FHA, 15-year fixed, 10% equity on approved credit

10 Things That Drive Your Mortgage Rate – Part 2
November 25, 2016

Driving Mortgage Rate

In our last post, we highlighted some of the factors that can affect your mortgage rate. Here we’ve added ten more to the mix that might surprise you.

As always, information is knowledge. At Golden Oak Lending, we want you to have all of the information so you can make the right decision for you and your family.

Mortgage Rates

Here they are, ten factors that drive your mortgage:

  1. You need a longer lock period. Everyone would like a guaranteed low rate for as long of a time as possible, but if this is a requirement for you, it will affect your mortgage rate. Locking into a certain rate affords a certain level of assurance, however what if the rates lower rather than rise over time? It’s something to think about.
  2. You have multiple units. If your property is a three or four unit affair, that will drive your mortgage rate higher, especially if you’re renting them out. A duplex is usually okay, but more than two units can pose a problem.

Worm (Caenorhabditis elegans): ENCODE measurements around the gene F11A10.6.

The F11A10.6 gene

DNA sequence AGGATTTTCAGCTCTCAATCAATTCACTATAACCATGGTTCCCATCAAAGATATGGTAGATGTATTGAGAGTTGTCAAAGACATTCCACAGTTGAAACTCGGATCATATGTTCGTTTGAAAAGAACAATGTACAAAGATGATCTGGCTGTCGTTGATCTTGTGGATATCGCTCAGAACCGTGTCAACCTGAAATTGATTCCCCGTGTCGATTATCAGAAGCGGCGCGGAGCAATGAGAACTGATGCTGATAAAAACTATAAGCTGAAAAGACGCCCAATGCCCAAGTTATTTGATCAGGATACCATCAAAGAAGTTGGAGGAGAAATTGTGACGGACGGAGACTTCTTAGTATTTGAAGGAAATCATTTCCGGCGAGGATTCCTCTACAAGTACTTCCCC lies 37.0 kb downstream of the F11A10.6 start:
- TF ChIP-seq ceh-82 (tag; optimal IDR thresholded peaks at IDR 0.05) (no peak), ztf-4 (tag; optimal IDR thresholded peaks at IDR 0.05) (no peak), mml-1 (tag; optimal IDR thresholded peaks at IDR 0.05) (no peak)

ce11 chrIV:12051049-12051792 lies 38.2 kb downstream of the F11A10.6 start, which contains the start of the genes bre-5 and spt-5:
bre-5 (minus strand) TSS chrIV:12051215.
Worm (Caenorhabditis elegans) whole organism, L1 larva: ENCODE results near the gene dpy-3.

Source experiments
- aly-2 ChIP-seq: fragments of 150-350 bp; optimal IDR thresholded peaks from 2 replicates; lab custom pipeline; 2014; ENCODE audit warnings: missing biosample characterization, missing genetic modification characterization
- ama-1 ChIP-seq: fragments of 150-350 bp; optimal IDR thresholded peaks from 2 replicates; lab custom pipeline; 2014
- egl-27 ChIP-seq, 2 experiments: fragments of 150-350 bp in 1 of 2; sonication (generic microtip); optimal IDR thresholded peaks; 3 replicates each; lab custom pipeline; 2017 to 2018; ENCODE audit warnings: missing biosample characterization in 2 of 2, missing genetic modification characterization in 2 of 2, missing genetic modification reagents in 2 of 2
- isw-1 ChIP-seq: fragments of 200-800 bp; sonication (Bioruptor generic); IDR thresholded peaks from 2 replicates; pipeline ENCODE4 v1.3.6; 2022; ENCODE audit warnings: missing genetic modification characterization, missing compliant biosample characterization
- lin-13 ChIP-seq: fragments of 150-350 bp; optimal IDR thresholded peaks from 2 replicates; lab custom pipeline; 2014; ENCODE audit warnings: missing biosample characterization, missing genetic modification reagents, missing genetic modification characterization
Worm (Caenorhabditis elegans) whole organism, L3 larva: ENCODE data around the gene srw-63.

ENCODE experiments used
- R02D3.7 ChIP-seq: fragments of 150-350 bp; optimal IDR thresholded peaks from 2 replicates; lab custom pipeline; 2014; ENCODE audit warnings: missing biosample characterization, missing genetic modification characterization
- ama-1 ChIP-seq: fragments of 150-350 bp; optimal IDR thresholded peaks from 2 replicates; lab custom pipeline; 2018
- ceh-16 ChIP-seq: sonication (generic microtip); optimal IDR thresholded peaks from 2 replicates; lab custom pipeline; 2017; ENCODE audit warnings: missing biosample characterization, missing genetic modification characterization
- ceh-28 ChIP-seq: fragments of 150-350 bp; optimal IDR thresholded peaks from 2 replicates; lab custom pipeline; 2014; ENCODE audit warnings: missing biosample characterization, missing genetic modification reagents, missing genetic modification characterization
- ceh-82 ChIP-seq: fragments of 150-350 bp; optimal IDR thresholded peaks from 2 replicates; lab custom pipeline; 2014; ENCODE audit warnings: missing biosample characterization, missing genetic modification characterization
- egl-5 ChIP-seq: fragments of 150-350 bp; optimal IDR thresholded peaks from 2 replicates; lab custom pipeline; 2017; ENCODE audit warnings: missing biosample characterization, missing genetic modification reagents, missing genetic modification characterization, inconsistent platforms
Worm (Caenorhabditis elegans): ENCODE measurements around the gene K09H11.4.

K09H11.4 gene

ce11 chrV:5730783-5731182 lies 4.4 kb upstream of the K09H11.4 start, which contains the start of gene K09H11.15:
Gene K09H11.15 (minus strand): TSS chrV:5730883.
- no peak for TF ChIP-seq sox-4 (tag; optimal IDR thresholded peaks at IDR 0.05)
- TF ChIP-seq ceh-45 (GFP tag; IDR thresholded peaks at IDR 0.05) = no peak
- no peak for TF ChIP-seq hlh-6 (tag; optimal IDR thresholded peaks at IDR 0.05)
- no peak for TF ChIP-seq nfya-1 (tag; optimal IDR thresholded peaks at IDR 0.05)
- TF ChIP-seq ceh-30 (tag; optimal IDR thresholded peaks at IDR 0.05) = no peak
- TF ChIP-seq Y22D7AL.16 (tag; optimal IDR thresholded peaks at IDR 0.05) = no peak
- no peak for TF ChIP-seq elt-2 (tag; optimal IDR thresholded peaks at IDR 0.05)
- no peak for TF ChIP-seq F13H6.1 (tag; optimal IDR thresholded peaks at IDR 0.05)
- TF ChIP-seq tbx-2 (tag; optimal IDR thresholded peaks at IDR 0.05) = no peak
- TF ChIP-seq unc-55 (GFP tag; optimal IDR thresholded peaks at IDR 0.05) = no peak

3. You don’t want out-of-pocket costs now. Nobody wants to pay those pesky closing costs. However, if you take lender credit, it will impact your mortgage rate. Keep in mind that although lender credit is attractive, in the end you’re paying for it.
  4. You opt for an interest-only deal. Some people like the idea that they can enjoy a lower monthly payment by choosing an interest-only arrangement. Again, there’s a downside: higher interest rate.
  5. You had difficulty qualifying. If you didn’t get pre-approved before you started shopping around for your loan, you may be at a disadvantage. Some lenders may penalize you for having to do a manual underwrite to approve your rate.
  6. Reduced doc. In some cases, you may have a higher mortgage rate because of your credit score and other factors. Something to keep in mind.
  7. Specific loan program hits. For example, USDA loans or FHA streamline can affect your rate as some lenders will charge pricing adjustments accordingly.
  8. Lender paid option. Let’s say you’ve got a scenario where the lender is paying the mortgage insurance on your behalf. That will affect you somehow later and typically this translates into a mortgage rate increase. So, you’re still paying for it. And you’re paying for it by way of the interest rate.
  9. If you choose to manage the payments yourself. Sure, this enables you to hold onto your money, but it probably will cost you more. If you don’t set up an escrow account and allow the lender to manage your property taxes and homeowners insurance, you’ll get hit for this.
  10. Is this a second mortgage? If so, then you can be considered riskier by lenders. Even if you use a different lender for each mortgage, this information will be known, and may translate into a higher rate on the first.